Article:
Having minimal success with the DB3, Aston Martin had designer A.G. Watson engineer a new car. In May of 1953 a new prototype appeared at Charterhill. The car was largely based on the DB3 and featured a lighter chassis with a reduced wheelbase.
Through the years of 1953 to 1957, the DB3 raced and evolved greatly. The first version featured the specification below, with the final version having a 240HP supercharged Inline-6.
The DB3S introduced many welcomed changes over the DB3. Most importantly, the Salisbury hypoid-bevel final drive was replaced with a David Brown spirial-bevel verison. It was the hypoid spiral drive which retired two DB3s at the 1952 Le Mans. Other changes included a new body, chassis and rear suspension geometry.
DB3Ss helped Aston Martin establish many international victories. During its debut at Charterhill, a DB3S driven by Reg Parnell beat out an Ecurie Escosse C-Type for an overall victory. Shortly after, three DB3Ss raced Le Mans with little success. This was the only race which Aston Matrin lost in 1953. During the Tourist Trophy, Goodwood Nine Hours and British Empire Trophy, Aston Matrin took overall victories against British competition. With some newely found victories, Aston Martin looked to secure more international success.
In 1954, the DB3Ss didn’t take overall victory at Le Mans, Sebring or the Milla Miglia. For Silverstone, two coupe versions were made up with twin-spark engines developing 225 horsepower. One of the Le Mans cars was fitted with a supercharger for the first time. This helped the car develop 240 horsepower at 6000 rpm. Despite the developments, a 4.9 litre Ferrari took the victory at LeMans.
In 1955, Aston Martin benefitted from a 3-litre sports cars limitation on engine capacity. This year Aston Martin abandoned the DB3S coupes which raced and crashed at Le Mans. These designs were very unstable at high speeds. Both coupes were rebodied as open cars for the 1955 season. Victory was seen at Silverstone with a second place at Le Mans. This was the best LeMans result Aston Martin achieved up to 1955.
1956 was a non-eventfull year for Aston Martin. A second place was again achieved by Moss and Colins at LeMans. It was also this year that Aston Martin started to focus on an all-new car that would see most success the firm had ever achieved. This car was the DBR1 which replaced the DB3S in 1957.
From 1953 to 1957 around 30 DB3Ss were produced. Eleven of these were factory works cars. The Aston with a blue egg crate grill featured above is a factory team car DB3S/10.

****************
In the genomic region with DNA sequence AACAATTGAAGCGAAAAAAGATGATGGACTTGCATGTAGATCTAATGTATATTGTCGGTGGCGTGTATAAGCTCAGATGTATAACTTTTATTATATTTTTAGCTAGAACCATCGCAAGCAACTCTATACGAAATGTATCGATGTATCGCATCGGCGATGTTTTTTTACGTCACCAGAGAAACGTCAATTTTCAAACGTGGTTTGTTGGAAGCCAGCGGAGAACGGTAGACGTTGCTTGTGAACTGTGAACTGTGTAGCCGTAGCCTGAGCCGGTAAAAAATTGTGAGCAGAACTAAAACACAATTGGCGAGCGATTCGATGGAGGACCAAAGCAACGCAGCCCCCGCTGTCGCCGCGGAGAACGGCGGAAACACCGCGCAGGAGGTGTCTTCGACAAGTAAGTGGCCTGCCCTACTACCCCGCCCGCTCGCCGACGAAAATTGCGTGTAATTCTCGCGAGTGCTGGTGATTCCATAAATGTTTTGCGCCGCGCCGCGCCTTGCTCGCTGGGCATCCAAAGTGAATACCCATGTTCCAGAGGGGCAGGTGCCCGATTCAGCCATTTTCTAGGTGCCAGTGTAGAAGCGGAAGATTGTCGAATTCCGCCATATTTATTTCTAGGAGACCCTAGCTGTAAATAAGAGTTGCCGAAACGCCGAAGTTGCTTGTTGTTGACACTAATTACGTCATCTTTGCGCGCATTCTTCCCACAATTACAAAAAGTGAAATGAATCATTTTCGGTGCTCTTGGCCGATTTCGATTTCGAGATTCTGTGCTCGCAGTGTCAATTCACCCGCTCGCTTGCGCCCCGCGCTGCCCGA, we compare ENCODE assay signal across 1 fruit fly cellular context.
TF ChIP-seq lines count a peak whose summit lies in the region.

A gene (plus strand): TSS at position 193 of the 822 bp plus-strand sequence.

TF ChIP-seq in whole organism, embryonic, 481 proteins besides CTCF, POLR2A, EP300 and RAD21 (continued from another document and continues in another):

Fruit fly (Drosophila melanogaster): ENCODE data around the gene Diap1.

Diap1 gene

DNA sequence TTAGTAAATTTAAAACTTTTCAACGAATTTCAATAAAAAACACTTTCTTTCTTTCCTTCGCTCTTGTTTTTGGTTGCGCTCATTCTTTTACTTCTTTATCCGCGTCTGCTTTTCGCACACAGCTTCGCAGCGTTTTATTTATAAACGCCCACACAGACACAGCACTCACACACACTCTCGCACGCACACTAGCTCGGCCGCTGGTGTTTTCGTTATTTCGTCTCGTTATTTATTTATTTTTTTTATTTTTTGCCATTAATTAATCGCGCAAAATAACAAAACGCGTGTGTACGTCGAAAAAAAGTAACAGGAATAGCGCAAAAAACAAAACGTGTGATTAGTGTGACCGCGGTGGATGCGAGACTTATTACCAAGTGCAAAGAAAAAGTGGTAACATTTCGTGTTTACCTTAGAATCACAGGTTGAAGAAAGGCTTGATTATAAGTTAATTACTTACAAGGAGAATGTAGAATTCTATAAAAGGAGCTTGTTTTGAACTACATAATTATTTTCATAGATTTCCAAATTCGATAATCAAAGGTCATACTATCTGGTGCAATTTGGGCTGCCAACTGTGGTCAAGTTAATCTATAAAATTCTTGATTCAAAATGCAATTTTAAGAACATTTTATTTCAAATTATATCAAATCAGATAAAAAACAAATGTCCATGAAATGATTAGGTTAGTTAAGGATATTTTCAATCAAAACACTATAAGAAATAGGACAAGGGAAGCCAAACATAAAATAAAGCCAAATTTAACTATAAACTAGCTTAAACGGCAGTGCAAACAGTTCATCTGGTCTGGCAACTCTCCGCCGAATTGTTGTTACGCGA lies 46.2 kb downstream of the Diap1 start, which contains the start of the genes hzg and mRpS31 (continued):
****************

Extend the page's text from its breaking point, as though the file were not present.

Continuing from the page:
Story by Richard Owen
1953 – 1955
Water-Cooled, Twin Spark, Inline-6
DOHC 2 Valves per Cyl
2922 cc / 178.3 in³
83 mm / 3.27 in
90 mm / 3.54 in
167.8 kw / 225.0 bhp @ 5500 rpm
77.0 bhp per litre
262.85 bhp per tonne
246.76 nm / 182.0 ft lbs @ 3800 rpm
body / frame
Aluminum over Tubular Frame
Inboard Al-Fin Drums
Rack & Pinion
Trailing Arms w/Torsion Bars w.Anti-Roll Bars
De Dion Axle w/Trailing Links, Transverse Torsion Bars
856 kg / 1887 lbs
2210 mm / 87.0 in
1244 mm / 49.0 in
1244 mm / 49.0 in
3905 mm / 153.7 in
1492 mm / 58.7 in
1054 mm / 41.5 in
S430/12 4-Speed Manual
2.29:1, 1.87:1, 1.26:1, 1.00:1
~225.3 kph / 140.0 mph
Auction Sales History
1955 Aston Martin DB3S/111 – sold for $5,500,000 One of Only 20 Customer DB3s Models Built. Among the Most Correct and Authentic Examples Surviving. Impressive Show and Competition Pedigree. A Fixture in the Forshaw Collection for More than 40 Years. Offered with original Engine Block and Significant Documentation. Auction Source: 2014 Pebble Beach Auctions by Gooding & Company
1955 Aston Martin DB3S Sports Racing Car DB3S/118 – sold for $3,685,000 Original chassis, numbered engine, and bodywork. Delivered new to Holland. Outstanding provenance with known ownership and documentation from new. In the hands of two well-known Aston Martin collectors for the past 48 years. Only privateer car fitted with a twin plug head at the factory. Auction Source: Monterey 2012 by RM Auctions
DB3S/104, the car offered here, was completed on May 23, 1955, just days before the Hyeres 12 Hours where it finished Third overall with owner/driver Les Cosh and co-pilot Dick Cobden. After its European season, where it also competed in Portugal and the UK, it was the only one of the three Kangaroo Stable cars which did not go to Australia. Instead, it was sold by Cosh to California racer Rod Carveth in October, 1955. Reputably the first DB3S acquired by an American, the car arrived in San Francisco in January, 1956. Soon afterwards Carveth actually removed the body to repaint it in his favorite black livery and apply his “lucky” number 54 in preparation for its first event, on March 18 in Stockton, CA, alongside DB3S/112 owned by Jack Graham. Carveth took an impressive Seventh overall in his debut outing.